Democrats had painted passing the legislation as a moral imperative key to protecting American democracy as GOP-led state legislatures pass restrictions on voting.

"Laws passed in legislatures throughout the country do nothing less than to discourage and prevent certain kinds of Americans, Black and brown Americans, young Americans, elderly Americans, low-income Americans, from participating in the democratic process," Schumer said Wednesday.

Republicans have largely condemned the legislation and Democrats' push to change the rules as a partisan power grab infringing on the authority of states.

“This party-line push has never been about securing citizens’ rights. It’s about expanding politicians’ power," Senate Minority Leader Mitch McConnell, a Republican from Kentucky, said on the Senate floor Wednesday.

McConnell described the attempted rule change as an endeavor set to "break the Senate."

“The legislative filibuster is a central Senate tradition. It is the indispensable feature of our institution. It makes the Senate serve its founding purpose: forging compromise, cooling passions and ensuring that new laws earn broad support from a cross-section of our country," McConnell said.

Democratic Senator Raphael Warnock of Georgia, a state where local laws regulating elections and voting have become cause for national debate, pushed back against arguments by Republicans that the attempted rule change was out of line.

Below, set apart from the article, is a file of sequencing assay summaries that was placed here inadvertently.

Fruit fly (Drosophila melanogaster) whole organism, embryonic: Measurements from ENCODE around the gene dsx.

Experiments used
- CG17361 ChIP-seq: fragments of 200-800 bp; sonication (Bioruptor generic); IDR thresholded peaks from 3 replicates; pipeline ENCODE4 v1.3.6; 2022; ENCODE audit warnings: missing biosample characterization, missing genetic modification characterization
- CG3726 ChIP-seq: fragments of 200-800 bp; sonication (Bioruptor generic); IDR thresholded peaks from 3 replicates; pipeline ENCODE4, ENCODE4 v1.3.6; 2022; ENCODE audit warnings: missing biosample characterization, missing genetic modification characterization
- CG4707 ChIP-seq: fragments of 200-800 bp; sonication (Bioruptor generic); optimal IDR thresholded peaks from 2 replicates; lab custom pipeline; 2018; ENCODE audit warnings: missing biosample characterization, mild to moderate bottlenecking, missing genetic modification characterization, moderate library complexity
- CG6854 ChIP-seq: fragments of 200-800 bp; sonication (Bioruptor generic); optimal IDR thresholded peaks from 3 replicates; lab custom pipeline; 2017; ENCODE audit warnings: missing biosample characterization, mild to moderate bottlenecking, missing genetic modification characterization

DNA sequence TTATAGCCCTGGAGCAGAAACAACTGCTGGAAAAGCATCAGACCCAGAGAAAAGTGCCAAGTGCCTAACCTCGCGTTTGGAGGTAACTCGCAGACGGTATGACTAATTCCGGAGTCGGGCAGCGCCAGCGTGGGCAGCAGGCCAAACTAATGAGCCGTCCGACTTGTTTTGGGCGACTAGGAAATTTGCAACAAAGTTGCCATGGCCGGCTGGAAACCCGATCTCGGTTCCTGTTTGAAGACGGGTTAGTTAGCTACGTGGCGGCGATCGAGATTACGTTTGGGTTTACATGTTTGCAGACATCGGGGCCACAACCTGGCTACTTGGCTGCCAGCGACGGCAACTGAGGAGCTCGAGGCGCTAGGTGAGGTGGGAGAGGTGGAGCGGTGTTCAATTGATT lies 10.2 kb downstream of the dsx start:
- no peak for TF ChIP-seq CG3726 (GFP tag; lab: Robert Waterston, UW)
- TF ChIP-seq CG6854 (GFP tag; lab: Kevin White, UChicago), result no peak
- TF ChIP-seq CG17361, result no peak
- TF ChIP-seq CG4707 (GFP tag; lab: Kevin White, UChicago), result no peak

“I believe in bipartisanship. But when it comes to voting rights, I have to ask: ‘Bipartisanship at what cost? Who is being asked to foot the bill for this bipartisanship?’” Warnock said,. “I submit that that’s a cost too high. A bridge too far.”

Republican Senator Lisa Murkowski of Arkansas supported the John Lewis Voting Rights Advancement Act, but opposed changing the Senate's rules, warning that the country is headed into a downward spiral in which both sides question legitimacy of future elections.

“Both sides are set to cast doubt on elections if they don’t win, and that takes us to a very troubling place," Murkowski said. "Because when people doubt whether their vote matters, when they doubt whether that individual who is sitting in the White House was freely and fairly elected, they will doubt all decisions. They will doubt what we do here and they will doubt their own democracy."

President Joe Biden did express concerns during a press conference Wednesday about the fairness of the next election if Congress fails to pass federal protections on when and how people can vote.

"I think it would easily be illegitimate," Biden told reporters. "The increase in the prospect of being illegitimate is in proportion to not being able to get these reforms passed."

Biden also said that some election reforms may still have a chance at making it out of Congress.

"I predict that we'll get something done on the electoral reform side of this," Biden said.